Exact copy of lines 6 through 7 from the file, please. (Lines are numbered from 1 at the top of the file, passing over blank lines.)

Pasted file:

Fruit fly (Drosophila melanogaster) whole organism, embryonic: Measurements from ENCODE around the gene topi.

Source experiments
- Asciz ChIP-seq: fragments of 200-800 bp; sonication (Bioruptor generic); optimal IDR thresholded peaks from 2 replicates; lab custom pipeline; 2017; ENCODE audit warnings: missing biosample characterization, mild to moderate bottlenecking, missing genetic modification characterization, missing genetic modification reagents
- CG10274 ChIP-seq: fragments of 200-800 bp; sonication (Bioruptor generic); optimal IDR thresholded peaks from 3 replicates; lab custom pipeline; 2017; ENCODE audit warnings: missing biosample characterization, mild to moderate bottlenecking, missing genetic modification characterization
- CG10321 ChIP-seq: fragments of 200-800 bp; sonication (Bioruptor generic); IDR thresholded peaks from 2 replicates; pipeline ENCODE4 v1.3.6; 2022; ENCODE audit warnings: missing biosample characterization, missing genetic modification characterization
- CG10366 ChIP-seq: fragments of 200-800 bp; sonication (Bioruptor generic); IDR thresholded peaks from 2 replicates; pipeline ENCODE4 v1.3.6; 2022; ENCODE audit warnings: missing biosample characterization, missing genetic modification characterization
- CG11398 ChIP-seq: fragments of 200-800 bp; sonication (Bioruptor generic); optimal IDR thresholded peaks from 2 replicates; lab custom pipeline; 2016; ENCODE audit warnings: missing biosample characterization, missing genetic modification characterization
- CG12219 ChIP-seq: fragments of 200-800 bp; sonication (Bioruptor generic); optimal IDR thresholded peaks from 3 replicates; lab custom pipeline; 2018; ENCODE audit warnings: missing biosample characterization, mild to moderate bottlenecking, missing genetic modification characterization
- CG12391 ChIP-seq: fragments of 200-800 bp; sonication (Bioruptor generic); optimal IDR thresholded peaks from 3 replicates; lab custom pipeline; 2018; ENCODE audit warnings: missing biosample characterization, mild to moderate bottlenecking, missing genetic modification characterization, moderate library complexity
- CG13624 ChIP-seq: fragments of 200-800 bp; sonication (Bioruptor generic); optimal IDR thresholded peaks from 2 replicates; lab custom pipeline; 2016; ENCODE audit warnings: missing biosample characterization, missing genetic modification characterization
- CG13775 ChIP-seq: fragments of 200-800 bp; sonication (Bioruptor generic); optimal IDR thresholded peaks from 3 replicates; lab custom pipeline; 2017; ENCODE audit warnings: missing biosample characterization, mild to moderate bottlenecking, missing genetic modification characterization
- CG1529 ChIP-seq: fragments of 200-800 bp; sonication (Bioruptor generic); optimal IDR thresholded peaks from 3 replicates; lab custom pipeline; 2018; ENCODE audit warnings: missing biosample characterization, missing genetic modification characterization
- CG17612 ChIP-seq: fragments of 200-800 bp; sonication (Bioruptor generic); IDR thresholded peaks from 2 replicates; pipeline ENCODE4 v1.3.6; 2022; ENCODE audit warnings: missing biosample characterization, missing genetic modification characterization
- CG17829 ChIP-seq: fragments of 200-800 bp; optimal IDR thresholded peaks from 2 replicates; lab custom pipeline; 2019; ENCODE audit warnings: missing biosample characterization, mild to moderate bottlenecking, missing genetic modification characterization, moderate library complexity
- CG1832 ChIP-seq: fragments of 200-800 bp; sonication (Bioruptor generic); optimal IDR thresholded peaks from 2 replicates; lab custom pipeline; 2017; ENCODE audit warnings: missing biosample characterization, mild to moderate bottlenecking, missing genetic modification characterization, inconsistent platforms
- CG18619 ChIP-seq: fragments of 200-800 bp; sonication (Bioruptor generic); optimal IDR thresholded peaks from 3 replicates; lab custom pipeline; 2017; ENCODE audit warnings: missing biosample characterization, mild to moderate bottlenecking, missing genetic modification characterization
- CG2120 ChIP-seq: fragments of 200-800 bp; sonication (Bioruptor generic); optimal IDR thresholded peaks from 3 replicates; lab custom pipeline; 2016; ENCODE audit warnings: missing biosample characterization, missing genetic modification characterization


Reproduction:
- CG10366 ChIP-seq: fragments of 200-800 bp; sonication (Bioruptor generic); IDR thresholded peaks from 2 replicates; pipeline ENCODE4 v1.3.6; 2022; ENCODE audit warnings: missing biosample characterization, missing genetic modification characterization
- CG11398 ChIP-seq: fragments of 200-800 bp; sonication (Bioruptor generic); optimal IDR thresholded peaks from 2 replicates; lab custom pipeline; 2016; ENCODE audit warnings: missing biosample characterization, missing genetic modification characterization